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Thevenin Equivalent Resistance for a Black Box

  1. Mar 21, 2009 #1
    1. The problem statement, all variables and given/known data
    I am trying to find the theoretical Thevenin equivalent resistance for a black box that I used in an experiment. The measured Thevenin equivalent resistance was roughly 4786[tex]\Omega[/tex]. However, I have tried several times to solve the problem, but keep arriving at a theoretical value of around 3511[tex]\Omega[/tex]. That just seems to be a little too low...

    I have attached the circuit schematic, with resistor values included.
    Could someone please look at the problem and see if I am on the right track. If so, any pointers on how I should finish it?

    2. Relevant equations
    R[tex]_{Th}[/tex]= V[tex]_{Th}[/tex]/I[tex]_{sc}[/tex]
    Resistors in Parallel: R[tex]_{eq}[/tex]= (1/R[tex]_{1}[/tex]+...+1/R[tex]_{n}[/tex])[tex]^{-1}[/tex]
    Resistors in Series: R[tex]_{eq}[/tex]=R[tex]_{1}[/tex]+...+R[tex]_{n}[/tex]
    Y to Delta Transformation:
    3. The attempt at a solution
    STEP ONE: R2, R3 in parallel
    R23 = [(1/R2)+(1/R3)]^-1 = [(1/9.97k[tex]\Omega[/tex])+(1/1.001k[tex]\Omega[/tex])]^-1 = .9096k[tex]\Omega[/tex]

    STEP TWO: R23 IN SERIES WITH R5
    R235 = R23 + R5 = .9096k[tex]\Omega[/tex] + 10.0k[tex]\Omega[/tex] = 10.9096k[tex]\Omega[/tex]

    STEP THREE: Y TO [tex]\Delta[/tex] TRANSFORM R4, R6, R7
    Rc = [(R4*R6)+(R4*R7)+(R6*R7)]/R4 = 24.95k[tex]\Omega[/tex]
    Ra = [(R4*R6)+(R4*R7)+(R6*R7)]/R6 = 24.85k[tex]\Omega[/tex]
    Rb = [(R4*R6)+(R4*R7)+(R6*R7)]/R7 = 12.39k[tex]\Omega[/tex]

    STEP FOUR: Rc PARALLEL to R235
    [(1/24.95k[tex]\Omega[/tex] )+(1/10.9096[tex]\Omega[/tex] )]^-1 = 7.59k[tex]\Omega[/tex]

    From here, I have tried different combinations of source transformations, converting the delta back to a Y, etc. to try and get an equivalent resistance.
     

    Attached Files:

  2. jcsd
  3. Mar 21, 2009 #2

    The Electrician

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    If you post your image on a free image hosting site, and put the link here, we won't have to wait for the attachment you already posted to be approved.
     
  4. Mar 21, 2009 #3
    Thanks for the tip. I've uploaded it:

    http://www.mountainescapesproperties.com/theveninpf.jpg" [Broken]
     
    Last edited by a moderator: May 4, 2017
  5. Mar 21, 2009 #4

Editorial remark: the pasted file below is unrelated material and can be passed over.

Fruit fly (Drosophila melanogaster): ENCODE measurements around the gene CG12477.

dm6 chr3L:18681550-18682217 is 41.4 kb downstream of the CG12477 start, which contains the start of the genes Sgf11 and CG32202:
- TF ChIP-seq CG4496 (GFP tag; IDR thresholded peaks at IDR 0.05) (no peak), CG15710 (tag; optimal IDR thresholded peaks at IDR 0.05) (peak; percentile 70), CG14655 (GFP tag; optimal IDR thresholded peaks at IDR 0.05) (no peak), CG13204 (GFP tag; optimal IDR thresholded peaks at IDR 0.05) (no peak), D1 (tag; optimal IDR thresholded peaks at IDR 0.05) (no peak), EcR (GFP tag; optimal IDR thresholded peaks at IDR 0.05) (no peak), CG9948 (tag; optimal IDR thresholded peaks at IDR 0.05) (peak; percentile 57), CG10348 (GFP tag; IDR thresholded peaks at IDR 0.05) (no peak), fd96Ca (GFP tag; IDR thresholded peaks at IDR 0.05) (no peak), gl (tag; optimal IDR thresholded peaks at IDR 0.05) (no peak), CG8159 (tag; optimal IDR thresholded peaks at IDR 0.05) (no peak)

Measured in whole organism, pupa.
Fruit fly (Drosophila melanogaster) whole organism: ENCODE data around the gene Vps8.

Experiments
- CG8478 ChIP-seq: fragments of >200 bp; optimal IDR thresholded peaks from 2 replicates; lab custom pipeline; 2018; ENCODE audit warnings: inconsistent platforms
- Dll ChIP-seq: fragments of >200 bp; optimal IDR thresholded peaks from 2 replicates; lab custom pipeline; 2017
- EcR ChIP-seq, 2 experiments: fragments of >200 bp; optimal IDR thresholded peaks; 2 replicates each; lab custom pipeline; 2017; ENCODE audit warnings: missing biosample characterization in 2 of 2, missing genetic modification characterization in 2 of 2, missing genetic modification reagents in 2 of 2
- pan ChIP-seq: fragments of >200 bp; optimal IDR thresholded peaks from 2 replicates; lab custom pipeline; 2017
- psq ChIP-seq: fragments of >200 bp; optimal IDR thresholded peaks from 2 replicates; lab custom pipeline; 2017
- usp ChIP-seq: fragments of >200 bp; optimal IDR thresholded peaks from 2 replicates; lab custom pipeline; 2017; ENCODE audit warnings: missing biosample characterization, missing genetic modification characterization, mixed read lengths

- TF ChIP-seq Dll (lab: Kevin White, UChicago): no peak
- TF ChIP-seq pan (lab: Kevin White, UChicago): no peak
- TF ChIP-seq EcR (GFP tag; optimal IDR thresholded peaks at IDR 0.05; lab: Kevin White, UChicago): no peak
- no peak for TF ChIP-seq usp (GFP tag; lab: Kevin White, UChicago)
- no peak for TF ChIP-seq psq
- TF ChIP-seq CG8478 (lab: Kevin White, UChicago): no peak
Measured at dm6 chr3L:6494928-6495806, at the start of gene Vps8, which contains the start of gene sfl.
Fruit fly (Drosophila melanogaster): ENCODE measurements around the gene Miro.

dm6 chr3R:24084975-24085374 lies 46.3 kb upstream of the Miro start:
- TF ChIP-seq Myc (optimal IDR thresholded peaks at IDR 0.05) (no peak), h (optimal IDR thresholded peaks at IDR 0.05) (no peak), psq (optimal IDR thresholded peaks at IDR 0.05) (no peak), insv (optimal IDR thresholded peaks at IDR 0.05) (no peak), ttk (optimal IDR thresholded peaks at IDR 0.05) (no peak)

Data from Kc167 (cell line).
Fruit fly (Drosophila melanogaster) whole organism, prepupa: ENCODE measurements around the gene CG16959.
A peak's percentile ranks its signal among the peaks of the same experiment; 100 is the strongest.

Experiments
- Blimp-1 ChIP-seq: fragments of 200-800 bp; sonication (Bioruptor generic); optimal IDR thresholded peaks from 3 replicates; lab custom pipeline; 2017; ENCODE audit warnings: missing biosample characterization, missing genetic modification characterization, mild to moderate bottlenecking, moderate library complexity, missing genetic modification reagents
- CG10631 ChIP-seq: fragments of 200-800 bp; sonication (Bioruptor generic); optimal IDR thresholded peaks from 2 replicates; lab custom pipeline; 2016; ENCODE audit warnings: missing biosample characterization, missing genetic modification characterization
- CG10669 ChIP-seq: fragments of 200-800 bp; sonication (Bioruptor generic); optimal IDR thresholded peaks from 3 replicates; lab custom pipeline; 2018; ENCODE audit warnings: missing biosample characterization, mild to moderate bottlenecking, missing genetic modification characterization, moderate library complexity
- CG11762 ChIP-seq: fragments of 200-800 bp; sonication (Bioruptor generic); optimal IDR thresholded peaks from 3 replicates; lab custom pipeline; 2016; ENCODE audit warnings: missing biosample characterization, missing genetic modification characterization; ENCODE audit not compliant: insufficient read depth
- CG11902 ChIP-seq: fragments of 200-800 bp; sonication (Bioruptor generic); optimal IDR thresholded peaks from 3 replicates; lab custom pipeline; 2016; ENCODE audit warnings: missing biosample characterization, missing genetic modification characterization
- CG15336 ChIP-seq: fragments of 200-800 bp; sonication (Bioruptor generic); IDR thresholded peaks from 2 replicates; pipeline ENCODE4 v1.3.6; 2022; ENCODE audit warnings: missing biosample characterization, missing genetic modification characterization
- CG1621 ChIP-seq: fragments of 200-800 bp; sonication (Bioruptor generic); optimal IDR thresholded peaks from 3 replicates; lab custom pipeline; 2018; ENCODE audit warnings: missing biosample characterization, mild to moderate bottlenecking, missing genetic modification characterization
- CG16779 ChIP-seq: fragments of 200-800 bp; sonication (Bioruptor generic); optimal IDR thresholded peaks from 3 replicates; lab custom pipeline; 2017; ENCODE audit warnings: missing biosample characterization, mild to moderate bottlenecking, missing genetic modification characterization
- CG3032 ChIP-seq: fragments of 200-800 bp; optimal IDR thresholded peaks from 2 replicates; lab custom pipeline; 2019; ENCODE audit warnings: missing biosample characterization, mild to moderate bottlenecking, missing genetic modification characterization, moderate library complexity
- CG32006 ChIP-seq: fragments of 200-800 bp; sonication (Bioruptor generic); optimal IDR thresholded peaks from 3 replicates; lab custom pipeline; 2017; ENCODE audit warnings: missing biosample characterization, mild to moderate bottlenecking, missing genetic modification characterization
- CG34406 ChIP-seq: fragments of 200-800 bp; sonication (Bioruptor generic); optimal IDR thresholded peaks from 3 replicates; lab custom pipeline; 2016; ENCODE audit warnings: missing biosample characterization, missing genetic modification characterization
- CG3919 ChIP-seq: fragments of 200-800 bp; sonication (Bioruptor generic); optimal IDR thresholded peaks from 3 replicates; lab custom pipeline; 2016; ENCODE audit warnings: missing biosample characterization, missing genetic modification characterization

The Electrician

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    Have you studied any of the general network solution techniques, such as the nodal method or the loop method?

    If you were to use the nodal method, you only have 3 nodes in this circuit, and the solution would be fairly straightforward.

    You are assuming the DC voltage source has zero internal resistance, right?
     
  6. Mar 21, 2009 #5

    The Electrician

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    By the way, notice that R2, R3 and R4 are all three in parallel. If you replace then by their equivalent, and replace R5 and R6 by an equivalent, you will have a simple ladder network. You can then work that out very easily, without any need for delta-y or similar transformations.
     
  7. Mar 21, 2009 #6

    The Electrician

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    I get 3784.959 for the theoretical value.

    I assume you got your measured value in the lab with a simple ohmmeter measurement. Did you remember to replace the DC voltage with a short circuit before you made your measurement?
     
  8. Mar 21, 2009 #7

    Thanks for all of your advice.

    I came to my measured value of R_th by measuring the open circuit DC voltage between the terminals of the black box (V_th) and then measuring short circuit DC current between the terminals of the black box (I_sc)
    then calculating R_th = (V_th)/(I_sc)...
     
  9. Mar 21, 2009 #8

    The Electrician

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    Well, that should work.

    I think if I were you, I would get an ohmmeter and verify that the resistance of each of the resistors in your circuit is what you think it is. Also verify the connections.
     
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